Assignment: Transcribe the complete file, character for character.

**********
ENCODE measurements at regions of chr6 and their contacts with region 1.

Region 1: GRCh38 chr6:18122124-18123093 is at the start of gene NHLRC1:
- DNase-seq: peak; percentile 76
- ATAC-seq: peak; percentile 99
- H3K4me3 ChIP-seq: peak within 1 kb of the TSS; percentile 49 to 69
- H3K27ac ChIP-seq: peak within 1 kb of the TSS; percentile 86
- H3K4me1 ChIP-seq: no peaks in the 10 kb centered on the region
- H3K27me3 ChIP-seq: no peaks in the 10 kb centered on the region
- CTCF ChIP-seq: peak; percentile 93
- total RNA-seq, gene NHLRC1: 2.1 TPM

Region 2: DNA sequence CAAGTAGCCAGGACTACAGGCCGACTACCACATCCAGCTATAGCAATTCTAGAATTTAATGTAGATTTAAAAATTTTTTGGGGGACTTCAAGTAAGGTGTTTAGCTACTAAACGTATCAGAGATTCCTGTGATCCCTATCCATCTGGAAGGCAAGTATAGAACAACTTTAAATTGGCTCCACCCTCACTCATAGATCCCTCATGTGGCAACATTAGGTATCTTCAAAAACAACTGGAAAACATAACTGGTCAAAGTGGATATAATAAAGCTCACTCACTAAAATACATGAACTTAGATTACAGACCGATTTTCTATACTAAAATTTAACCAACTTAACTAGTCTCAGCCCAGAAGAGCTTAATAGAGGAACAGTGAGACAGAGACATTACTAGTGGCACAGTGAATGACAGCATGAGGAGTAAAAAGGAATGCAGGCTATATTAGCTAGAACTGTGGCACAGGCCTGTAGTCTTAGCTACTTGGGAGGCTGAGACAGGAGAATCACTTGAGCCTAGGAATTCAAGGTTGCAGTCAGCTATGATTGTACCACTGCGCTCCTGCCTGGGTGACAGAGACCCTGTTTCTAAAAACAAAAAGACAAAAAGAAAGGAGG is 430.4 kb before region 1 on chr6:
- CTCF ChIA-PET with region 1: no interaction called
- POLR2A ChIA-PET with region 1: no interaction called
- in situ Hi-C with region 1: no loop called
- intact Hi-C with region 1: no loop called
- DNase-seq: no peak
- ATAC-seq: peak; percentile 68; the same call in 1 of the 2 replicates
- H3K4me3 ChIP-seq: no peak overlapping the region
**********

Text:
ENCODE measurements at regions of chr6 and their contacts with region 1.

Region 1: GRCh38 chr6:18122124-18123093 is at the start of gene NHLRC1:
- DNase-seq: peak; percentile 76
- ATAC-seq: peak; percentile 99
- H3K4me3 ChIP-seq: peak within 1 kb of the TSS; percentile 49 to 69
- H3K27ac ChIP-seq: peak within 1 kb of the TSS; percentile 86
- H3K4me1 ChIP-seq: no peaks in the 10 kb centered on the region
- H3K27me3 ChIP-seq: no peaks in the 10 kb centered on the region
- CTCF ChIP-seq: peak; percentile 93
- total RNA-seq, gene NHLRC1: 2.1 TPM

Region 2: DNA sequence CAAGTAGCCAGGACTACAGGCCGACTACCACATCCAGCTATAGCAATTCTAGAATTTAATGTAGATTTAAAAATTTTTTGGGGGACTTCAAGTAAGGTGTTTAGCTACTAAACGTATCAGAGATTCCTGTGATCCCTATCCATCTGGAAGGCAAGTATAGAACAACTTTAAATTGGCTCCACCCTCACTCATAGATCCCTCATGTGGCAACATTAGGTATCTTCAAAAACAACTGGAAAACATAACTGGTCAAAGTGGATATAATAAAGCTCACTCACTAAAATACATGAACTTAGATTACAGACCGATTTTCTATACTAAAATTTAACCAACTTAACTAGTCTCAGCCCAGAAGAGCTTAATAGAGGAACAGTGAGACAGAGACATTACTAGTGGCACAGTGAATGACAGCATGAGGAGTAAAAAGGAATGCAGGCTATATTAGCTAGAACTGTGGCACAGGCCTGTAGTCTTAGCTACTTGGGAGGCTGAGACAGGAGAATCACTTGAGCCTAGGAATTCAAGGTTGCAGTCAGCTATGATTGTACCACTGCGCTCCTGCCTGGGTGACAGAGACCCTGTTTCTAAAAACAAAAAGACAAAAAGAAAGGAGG is 430.4 kb before region 1 on chr6:
- CTCF ChIA-PET with region 1: no interaction called
- POLR2A ChIA-PET with region 1: no interaction called
- in situ Hi-C with region 1: no loop called
- intact Hi-C with region 1: no loop called
- DNase-seq: no peak
- ATAC-seq: peak; percentile 68; the same call in 1 of the 2 replicates
- H3K4me3 ChIP-seq: no peak overlapping the region